Glenarm House. The provisions of the will of John Marshall
Glenarm are plain and unequivocal, as you undoubtedly
understood when you accepted them, and your absence,
not only from the estate itself, but from Wabana
County, violates beyond question your right to inherit.
I, as executor, therefore demand that you at once vacate
said property, leaving it in as good condition as when
received by you. Very truly yours,
Arthur Pickering,
Executor of the Estate of John Marshall Glenarm.

“Very truly the devil’s,” growled Larry, snapping
his cigarette case viciously.

“How did he find out?” I asked lamely, but my heart
sank like lead. Had Marian Devereux told him! How
else could he know?

“Probably from the stars,—the whole universe undoubtedly
saw you skipping off to meet your lady-love.
Bah, these women!”

“Tut! They don’t all marry the sons of brewers,”
I retorted. “You assured me once, while your affair
with that Irish girl was on, that the short upper lip
made Heaven seem possible, but unnecessary; then the
next thing I knew she had shaken you for the bloated
masher. Take that for your impertinence. But perhaps
it was Bates?”

I did not wait for an answer. I was not in a mood
for reflection or nice distinctions. The man came in
just then with a fresh plate of toast.

“Bates, Mr. Pickering has learned that I was away
from the house on the night of the attack, and I’m ordered
off for having broken my agreement to stay here.
How do you suppose he heard of it so promptly?”

“From Morgan, quite possibly. I have a letter from
Mr. Pickering myself this morning. Just a moment,
sir.”

He placed before me a note bearing the same date as
my own. It was a sharp rebuke of Bates for his failure
to report my absence, and he was ordered to prepare to
leave on the first of February. “Close your accounts at
the shopkeepers’ and I will audit your bills on my arrival.”

The tone was peremptory and contemptuous. Bates
had failed to satisfy Pickering and was flung off like a
smoked-out cigar.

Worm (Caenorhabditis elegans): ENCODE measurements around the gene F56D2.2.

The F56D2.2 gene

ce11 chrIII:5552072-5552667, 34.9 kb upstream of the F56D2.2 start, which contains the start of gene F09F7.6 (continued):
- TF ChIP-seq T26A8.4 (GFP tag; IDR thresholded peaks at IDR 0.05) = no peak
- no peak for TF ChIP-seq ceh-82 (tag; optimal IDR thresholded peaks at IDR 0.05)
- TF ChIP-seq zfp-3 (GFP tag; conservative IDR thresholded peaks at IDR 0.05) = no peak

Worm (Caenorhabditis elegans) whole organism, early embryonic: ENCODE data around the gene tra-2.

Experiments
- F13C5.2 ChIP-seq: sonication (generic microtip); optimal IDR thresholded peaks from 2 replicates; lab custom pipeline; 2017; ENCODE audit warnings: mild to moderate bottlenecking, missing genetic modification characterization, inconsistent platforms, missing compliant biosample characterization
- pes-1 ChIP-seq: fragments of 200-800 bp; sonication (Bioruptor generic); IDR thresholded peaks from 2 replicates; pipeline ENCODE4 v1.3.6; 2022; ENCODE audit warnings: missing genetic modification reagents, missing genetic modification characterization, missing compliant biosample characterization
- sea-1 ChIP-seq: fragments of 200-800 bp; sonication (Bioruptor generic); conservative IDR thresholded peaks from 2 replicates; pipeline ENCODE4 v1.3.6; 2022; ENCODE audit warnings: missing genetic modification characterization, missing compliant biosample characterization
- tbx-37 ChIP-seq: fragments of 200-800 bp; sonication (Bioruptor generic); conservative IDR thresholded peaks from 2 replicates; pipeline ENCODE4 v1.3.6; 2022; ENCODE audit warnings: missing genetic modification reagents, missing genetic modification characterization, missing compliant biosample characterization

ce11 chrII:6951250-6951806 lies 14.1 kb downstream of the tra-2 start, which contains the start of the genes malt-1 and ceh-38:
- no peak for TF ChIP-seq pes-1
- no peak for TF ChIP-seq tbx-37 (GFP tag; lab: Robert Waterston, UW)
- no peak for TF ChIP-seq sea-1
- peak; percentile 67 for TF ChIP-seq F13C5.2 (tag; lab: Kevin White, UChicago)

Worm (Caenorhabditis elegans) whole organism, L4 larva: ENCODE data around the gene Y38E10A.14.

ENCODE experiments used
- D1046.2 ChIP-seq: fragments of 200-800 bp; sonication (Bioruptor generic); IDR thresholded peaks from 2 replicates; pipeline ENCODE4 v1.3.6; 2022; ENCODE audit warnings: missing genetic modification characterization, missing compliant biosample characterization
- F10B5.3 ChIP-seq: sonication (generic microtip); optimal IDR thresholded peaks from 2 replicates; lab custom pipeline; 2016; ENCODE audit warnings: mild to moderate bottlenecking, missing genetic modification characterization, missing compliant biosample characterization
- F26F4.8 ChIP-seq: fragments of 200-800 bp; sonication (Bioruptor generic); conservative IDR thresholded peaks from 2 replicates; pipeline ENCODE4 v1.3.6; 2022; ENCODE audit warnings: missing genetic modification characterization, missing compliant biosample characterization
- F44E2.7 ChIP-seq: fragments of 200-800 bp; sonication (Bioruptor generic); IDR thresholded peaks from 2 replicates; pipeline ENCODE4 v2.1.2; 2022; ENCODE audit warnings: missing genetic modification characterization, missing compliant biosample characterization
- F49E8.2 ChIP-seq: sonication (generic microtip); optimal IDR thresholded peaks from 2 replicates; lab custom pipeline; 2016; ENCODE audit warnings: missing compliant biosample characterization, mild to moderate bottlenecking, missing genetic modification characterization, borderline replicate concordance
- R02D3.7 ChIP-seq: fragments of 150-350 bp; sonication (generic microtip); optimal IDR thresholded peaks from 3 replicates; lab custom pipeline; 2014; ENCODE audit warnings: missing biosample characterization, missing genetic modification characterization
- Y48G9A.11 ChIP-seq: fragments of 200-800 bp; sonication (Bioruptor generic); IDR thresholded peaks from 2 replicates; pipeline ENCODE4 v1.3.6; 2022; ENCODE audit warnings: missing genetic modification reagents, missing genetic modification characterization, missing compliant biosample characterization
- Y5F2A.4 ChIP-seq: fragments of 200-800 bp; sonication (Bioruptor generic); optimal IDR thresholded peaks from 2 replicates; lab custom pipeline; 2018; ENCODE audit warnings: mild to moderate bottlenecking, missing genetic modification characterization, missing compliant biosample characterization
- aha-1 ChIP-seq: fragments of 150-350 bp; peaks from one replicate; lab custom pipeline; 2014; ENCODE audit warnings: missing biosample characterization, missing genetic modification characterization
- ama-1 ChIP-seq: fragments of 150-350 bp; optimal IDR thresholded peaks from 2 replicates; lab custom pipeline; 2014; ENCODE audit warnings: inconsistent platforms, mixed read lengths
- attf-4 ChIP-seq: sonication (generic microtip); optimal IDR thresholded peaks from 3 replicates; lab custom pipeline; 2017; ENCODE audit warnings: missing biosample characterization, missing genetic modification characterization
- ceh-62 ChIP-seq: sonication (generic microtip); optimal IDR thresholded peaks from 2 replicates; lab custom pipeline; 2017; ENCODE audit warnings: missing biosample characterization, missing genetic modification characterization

“How much had he allowed you for expenses, Bates?”

He met my gaze imperturbably.

“He paid me fifty dollars a month as wages, sir, and
I was allowed seventy-five for other expenses.”

“But you didn’t buy English pheasants and champagne
on that allowance!”

He was carrying away the coffee tray and his eyes
wandered to the windows.

“Not quite, sir. You see—”

“But I don’t see!”

“It had occurred to me that as Mr. Pickering’s allowance
wasn’t what you might call generous it was better
to augment it—Well, sir, I took the liberty of advancing
a trifle, as you might say, to the estate. Your
grandfather would not have had you starve, sir.”

He left hurriedly, as though to escape from the consequences
of his words, and when I came to myself
Larry was gloomily invoking his strange Irish gods.

“Larry Donovan, I’ve been tempted to kill that fellow
a dozen times! This thing is too damned complicated
for me. I wish my lamented grandfather had left
me something easy. To think of it—that fellow, after
my treatment of him—my cursing and abusing him
since I came here! Great Scott, man, I’ve been enjoying
his bounty, I’ve been living on his money! And
all the time he’s been trusting in me, just because of
his dog-like devotion to my grandfather’s memory.
Lord, I can’t face the fellow again!”

“As I have said before, you’re rather lacking at times
in perspicacity. Your intelligence is marred by large
opaque spots. Now that there’s a woman in the case
you’re less sane than ever. Bah, these women! And
now we’ve got to go to work.”

Bah, these women! My own heart caught the words.
I was enraged and bitter. No wonder she had been
anxious for me to avoid Pickering after daring me to
follow her!

We called a council of war for that night that we
might view matters in the light of Pickering’s letter.
His assuredness in ordering me to leave made prompt
and decisive action necessary on my part. I summoned
Stoddard to our conference, feeling confident of his
friendliness.

“Of course,” said the broad-shouldered chaplain, “if
you could show that your absence was on business of
very grave importance, the courts might construe in
that you had not really violated the will.”

Larry looked at the ceiling and blew rings of smoke
languidly. I had not disclosed to either of them the
cause of my absence. On such a matter I knew I should
get precious little sympathy from Larry, and I had,
moreover, a feeling that I could not discuss Marian
Devereux with any one; I even shrank from mentioning
her name, though it rang like the call of bugles in
my blood.

She was always before me,—the charmed spirit of
youth, linked to every foot of the earth, every gleam of
the sun upon the ice-bound lake, every glory of the winter
sunset. All the good impulses I had ever stifled